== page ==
NEW YORK -- If you like to keep your hand on the horn when your driving, you could face big fines.
The City Council just approved a bill to install noise cameras across the five boroughs.
In the city that never sleeps, New Yorkers say it's the noise that is keeping them up at night.
"The construction noise," one person said.
"I wake up at 3 in the morning and it's like people honking," another said.
"Every day, every day, I'm surprised we haven't heard it right here," another said of the noise.
On Wednesday, the City Council voted to quiet the cacophony by approving a noise camera program targeting excessive honkers, modified mufflers, and loud motorcycles.
The bottom line is if your ride makes a sound over 85 decibels, cameras will capture your license plate and send you a ticket.
"I actually think it's a really good idea, the noise level. I've been living in this neighborhood for 59 years. The noise level has escalated unbelievably," Upper West Side resident Pamela Wood said.
A minimum of five cameras will be placed in each borough, their locations based on 311 complaints.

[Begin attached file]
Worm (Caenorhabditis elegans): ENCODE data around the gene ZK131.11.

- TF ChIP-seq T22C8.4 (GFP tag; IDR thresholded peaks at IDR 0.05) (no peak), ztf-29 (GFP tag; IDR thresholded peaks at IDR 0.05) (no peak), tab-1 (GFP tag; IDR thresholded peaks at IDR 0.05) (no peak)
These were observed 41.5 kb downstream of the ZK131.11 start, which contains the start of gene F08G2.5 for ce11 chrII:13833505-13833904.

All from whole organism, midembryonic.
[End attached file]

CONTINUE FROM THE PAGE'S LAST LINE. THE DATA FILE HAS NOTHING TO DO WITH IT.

Fines will be hefty, starting at $800 and increasing to $2,500 for repeat offenders.
Drivers say between congestion pricing, 24-hour speed cameras, and now this, the city keeps hitting them with expenses.
"What New York City is saying to drivers is there is no room for your cars," Harlem resident Wanda Tucker said.
"I think the city should maybe focus on the mopeds and the mobile scooters and maybe start having them get licenses and use that to build revenue instead of continuous charging drivers fine and fees," added Sheila Fofana, also of Harlem.
The city's Department of Environmental Protection, which has been running a pilot program since 2022, supports the technology, writing, "Obnoxious noise from illegally modified cars and trucks is a top quality-of-life complaint for New Yorkers."
Officials say eight sound meters and cameras are currently in use, and so far the department has issued 218 violations for modified mufflers and 147 violations for excessive honking.
The city says the new noise cameras will be up and running no later than September of 2025.
for more features.